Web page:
COLLIER COUNTY, Fla. - Florida Governor Rick Scott in town; this is the first time he's met with media locally since being elected. Scott took a private tour of Arthrex, a medical device manufacturer. He talked jobs, budgets and more.
Scott commended Arthrex on it's plans to add 150 jobs this year, saying the public sector should start operating similar to the private sector in order to created jobs and cut spending.
"I'm going through and trying to run the state as efficiently as I can run the state, making sure where we can streamline, we're going to streamline," Scott tells WINK News.
He spoke to hundreds of employees at the company on how he plans to save taxpayer money. One way will be setting up the state's employee pension plans similar to the way Arthrex and other companies would set up their own.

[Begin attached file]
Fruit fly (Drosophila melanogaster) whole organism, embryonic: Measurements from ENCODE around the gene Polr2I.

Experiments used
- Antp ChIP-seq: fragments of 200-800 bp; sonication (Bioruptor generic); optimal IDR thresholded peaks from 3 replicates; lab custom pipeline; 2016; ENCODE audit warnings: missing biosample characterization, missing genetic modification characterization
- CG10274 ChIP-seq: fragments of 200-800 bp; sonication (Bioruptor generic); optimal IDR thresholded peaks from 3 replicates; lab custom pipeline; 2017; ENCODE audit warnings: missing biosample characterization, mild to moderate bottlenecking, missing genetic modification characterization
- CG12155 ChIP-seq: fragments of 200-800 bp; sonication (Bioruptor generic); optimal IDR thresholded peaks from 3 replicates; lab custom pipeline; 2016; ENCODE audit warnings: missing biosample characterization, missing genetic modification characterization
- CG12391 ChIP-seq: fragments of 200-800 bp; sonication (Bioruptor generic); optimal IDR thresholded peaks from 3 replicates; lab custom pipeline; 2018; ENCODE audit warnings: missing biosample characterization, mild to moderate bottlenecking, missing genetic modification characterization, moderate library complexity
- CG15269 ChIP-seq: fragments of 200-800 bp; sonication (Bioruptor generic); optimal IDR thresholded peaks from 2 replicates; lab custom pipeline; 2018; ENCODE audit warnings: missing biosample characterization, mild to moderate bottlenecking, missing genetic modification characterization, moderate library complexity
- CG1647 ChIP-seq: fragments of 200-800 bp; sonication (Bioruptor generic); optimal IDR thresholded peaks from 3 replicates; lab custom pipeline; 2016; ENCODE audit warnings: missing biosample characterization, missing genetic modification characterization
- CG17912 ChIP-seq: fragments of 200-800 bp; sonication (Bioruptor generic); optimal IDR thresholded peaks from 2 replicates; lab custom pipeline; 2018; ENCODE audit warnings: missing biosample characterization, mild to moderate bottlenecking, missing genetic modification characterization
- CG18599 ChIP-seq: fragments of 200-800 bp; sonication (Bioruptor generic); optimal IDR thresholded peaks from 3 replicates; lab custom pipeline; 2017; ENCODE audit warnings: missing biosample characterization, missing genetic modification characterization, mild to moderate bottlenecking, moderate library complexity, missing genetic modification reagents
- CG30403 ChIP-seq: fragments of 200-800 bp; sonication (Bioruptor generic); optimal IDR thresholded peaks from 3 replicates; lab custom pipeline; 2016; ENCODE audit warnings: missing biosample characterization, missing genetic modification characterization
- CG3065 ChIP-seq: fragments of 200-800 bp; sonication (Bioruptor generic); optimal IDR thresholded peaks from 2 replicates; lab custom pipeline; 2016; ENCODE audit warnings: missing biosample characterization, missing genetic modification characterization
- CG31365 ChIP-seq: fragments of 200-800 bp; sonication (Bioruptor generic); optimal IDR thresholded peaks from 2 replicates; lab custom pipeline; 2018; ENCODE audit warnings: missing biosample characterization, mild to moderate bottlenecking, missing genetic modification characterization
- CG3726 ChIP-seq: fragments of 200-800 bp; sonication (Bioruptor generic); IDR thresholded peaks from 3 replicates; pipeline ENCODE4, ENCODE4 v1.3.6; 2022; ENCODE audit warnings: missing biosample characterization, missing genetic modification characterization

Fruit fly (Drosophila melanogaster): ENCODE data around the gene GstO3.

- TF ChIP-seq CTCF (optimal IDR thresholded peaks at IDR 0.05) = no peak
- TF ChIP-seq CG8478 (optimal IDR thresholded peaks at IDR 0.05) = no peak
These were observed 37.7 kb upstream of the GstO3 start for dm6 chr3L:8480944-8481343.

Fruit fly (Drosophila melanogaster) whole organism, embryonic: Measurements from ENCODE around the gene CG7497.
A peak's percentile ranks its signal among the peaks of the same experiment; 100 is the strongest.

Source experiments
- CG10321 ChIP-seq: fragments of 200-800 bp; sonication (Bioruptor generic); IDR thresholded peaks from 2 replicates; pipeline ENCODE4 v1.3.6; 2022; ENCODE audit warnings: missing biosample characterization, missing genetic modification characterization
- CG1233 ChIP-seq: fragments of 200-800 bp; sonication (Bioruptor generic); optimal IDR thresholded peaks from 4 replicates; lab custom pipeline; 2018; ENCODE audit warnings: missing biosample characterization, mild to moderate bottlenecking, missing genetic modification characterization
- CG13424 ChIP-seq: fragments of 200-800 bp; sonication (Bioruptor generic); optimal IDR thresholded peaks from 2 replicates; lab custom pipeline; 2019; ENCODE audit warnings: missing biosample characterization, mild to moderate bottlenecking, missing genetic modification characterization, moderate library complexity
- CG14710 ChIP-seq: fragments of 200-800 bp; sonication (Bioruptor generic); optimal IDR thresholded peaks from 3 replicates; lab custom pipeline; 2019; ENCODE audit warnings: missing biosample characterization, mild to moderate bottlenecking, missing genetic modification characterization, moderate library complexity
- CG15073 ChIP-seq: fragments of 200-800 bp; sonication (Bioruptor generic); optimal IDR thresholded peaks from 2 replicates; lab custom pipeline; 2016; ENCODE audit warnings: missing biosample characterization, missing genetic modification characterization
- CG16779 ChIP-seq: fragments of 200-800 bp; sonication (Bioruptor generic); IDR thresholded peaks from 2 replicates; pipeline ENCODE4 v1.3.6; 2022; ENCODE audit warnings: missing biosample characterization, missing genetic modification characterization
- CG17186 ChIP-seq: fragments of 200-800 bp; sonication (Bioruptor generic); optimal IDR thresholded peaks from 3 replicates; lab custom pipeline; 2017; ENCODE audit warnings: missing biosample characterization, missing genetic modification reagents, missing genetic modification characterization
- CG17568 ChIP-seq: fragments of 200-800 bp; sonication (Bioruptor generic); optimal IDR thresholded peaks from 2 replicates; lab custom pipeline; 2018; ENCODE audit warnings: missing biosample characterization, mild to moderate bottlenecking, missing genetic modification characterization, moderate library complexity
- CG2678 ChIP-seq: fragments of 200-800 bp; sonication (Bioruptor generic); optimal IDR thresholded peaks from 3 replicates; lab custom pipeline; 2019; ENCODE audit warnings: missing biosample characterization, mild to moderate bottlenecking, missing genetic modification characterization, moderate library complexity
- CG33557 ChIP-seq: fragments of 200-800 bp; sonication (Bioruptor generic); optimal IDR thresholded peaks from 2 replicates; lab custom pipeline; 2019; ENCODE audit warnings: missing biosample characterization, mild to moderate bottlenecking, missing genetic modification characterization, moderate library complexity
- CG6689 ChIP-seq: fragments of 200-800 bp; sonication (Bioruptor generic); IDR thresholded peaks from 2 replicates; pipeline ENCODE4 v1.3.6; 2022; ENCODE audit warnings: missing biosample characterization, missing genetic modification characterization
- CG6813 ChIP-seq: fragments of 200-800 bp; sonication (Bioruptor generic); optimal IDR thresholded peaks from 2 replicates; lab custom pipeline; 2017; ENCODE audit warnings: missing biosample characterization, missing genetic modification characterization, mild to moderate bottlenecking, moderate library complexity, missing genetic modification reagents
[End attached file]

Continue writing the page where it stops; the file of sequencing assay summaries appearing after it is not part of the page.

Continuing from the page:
"Starting July 1, anybody that's in our pension plan is going to contribute five percent," Scott explained.
Also, the Governor plans to keep only jobs that are higher risk, such as law enforcement and fire fighters, in a group that will be vested at two percent. Jobs such as judges and dispatchers will go back to the way it was years ago, vested at 1.6 percent.
In addition, Scott plans to get rid of a plan known for double dipping on taxpayers. "We have a program called DROP which allows you to stay on the job after you've retired a few years. We're going to stop that July 1st because I don't think that's fair to the taxpayers of the state."
It's the Governor's plan that these cuts will save taxpayers over a billion dollars next year.
Although Scott says he plans to lower property taxes in order to attract companies to move to Florida and bring jobs, state employees could loose their positions with his plan to streamline and combine departments. He says employees shouldn't worry, "most of the jobs that we'll eliminate are duplicates or haven't been filled."
The president of Arthrex tells WINK News he and Scott talked about Jackson Labs briefly, and says both agreed it was good the opportunity passed Collier County by for budget reasons.
Scott's full budget will roll out on Monday.
RENEE STOLL, REPORTER